The threat of competition for business from other organisations often leads employers to include what are usually known as ‘restrictive covenants’ (or ‘post-termination restrictions’) in their employees’ contracts of employment. For the same reason, companies and partnerships usually include the same sort of restraints in their shareholder and partnership agreements.
Both groups of covenants must be reasonable, both in scope and in duration, going no further than reasonably necessary to protect legitimate interests, in order to be enforceable. Where an employee is also a shareholder, they will often therefore be subject to two sets of covenants.
Recent example case
In a recent High Court case (Law By Design Ltd -v- Ali  EWHC 426 (QB)), the defendant employee was subject to similar restrictions in both types of agreement, but only the covenant in one of the agreements was held to be enforceable.
The defendant, Ms Ali, had joined the claimant law firm in 2013 and had become a shareholder in 2016. She became a statutory director of the limited company in 2018. Both the service agreement that Ms Ali signed governing her employment, and the shareholders’ agreement, contained covenants that sought to prevent her from joining a competitor (a ‘general non-compete’ covenant) for a period of 12 months after leaving. In the service agreement, Ms Ali was also prevented (or ‘restrained’) from soliciting clients for a certain period, or for using confidential information. Such covenants are common, and are usually easier to enforce than general non-compete covenants, because the latter is a more severe restriction on the employee’s ability to work and therefore less likely to be deemed a reasonable means of protecting legitimate interests.
The claimant brought a claim for an injunction against the departing employee, who was joining a larger competitor law firm, and obtained an injunction, but only succeeded in relation to the covenant contained in the service agreement (i.e. the agreement governing the defendant’s employment). The initial considerations for the court, in deciding whether each covenant was enforceable, were the same. But ultimately, the difference in wording (and therefore ambit) led to a different conclusion in respect of each covenant.
The court’s decision
One of the crucial factors in the court’s consideration in this case was Ms Ali’s seniority. In the judgment, the history of employment with Law By Design Ltd is summarised, and it shows how she was gradually promoted and given more responsibility, which led to her establishing very strong and significant client relationships (in this case, with NHS Trusts) and being privy to very business-critical confidential information. That is not an unusual scenario, and not one that means a general non-compete covenant will be automatically enforceable. However, certain factors were deemed important by the court that favoured upholding the covenant in the service agreement:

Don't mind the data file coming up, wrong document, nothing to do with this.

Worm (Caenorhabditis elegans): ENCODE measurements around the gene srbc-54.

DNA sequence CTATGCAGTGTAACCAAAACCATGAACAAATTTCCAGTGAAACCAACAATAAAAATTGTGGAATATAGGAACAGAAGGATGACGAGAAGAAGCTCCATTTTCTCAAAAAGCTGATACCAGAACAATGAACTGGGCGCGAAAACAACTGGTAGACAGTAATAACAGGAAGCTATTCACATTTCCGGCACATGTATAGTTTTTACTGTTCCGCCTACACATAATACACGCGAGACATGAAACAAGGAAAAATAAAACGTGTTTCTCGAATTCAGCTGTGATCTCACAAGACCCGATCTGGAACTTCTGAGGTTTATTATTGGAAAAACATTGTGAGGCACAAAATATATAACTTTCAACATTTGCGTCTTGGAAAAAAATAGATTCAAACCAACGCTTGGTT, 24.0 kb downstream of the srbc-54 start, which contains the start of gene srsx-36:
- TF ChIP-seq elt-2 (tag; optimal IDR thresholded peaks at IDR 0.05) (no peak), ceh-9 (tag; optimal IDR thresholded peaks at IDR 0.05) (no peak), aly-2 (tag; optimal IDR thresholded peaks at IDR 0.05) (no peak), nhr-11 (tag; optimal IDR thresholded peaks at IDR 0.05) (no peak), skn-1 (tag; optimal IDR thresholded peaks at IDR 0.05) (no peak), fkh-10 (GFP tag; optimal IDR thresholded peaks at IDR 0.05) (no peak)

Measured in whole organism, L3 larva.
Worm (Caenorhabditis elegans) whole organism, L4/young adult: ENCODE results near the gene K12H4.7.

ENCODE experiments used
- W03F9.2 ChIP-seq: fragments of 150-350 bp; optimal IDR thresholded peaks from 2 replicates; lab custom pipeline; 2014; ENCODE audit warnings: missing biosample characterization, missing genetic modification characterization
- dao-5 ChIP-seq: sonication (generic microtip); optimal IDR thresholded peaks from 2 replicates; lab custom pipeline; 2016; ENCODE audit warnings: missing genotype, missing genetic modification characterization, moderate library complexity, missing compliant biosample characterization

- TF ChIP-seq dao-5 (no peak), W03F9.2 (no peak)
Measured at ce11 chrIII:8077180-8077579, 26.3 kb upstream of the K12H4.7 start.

- The court found that the non-solicitation and confidentiality covenants were not adequate to protect the firm because in these circumstances (a senior person, with a shareholding, in an open-plan office of a small firm) it would be extremely difficult to determine if either had been breached
- The general non-compete covenant did not prevent Ms Ali working anywhere or in any role; it was restricted to the region and areas of business in which she had been involved
- There was evidence Ms Ali intended to “transition” business to her new employer
- The nature of the business “readily created the circumstances in which close and enduring relationships were built up…”
- In terms of the restricted period of 12 months, this was realistic, given the shelf-life of confidential information and recruitment and integration of someone of her seniority and knowledge would take considerable time
The corresponding covenant in the shareholders’ agreement, by contrast, was considered by the court to be too wide in scope. It did not contain the same geographical and business-area limitations as the covenant in the service agreement. However, the court did comment that “the imposition of a non-competition covenant” would have been justifiable – but not this one.
In conclusion, often unenforceable general non-compete covenants may be enforceable, provided they are limited to what is reasonably necessary to protect the organisation’s legitimate interests, and provided other types of covenant (e.g. non-solicitation, non-dealing and confidentiality) can be shown to be inadequate on their own, as a means of protecting such interests.
This article is provided by Burlingtons for general information only. It is not intended to be and cannot be relied upon as legal advice or otherwise. If you would like to discuss any of the matters covered in this article, please contact Richard Berry or write to us using the contact form below.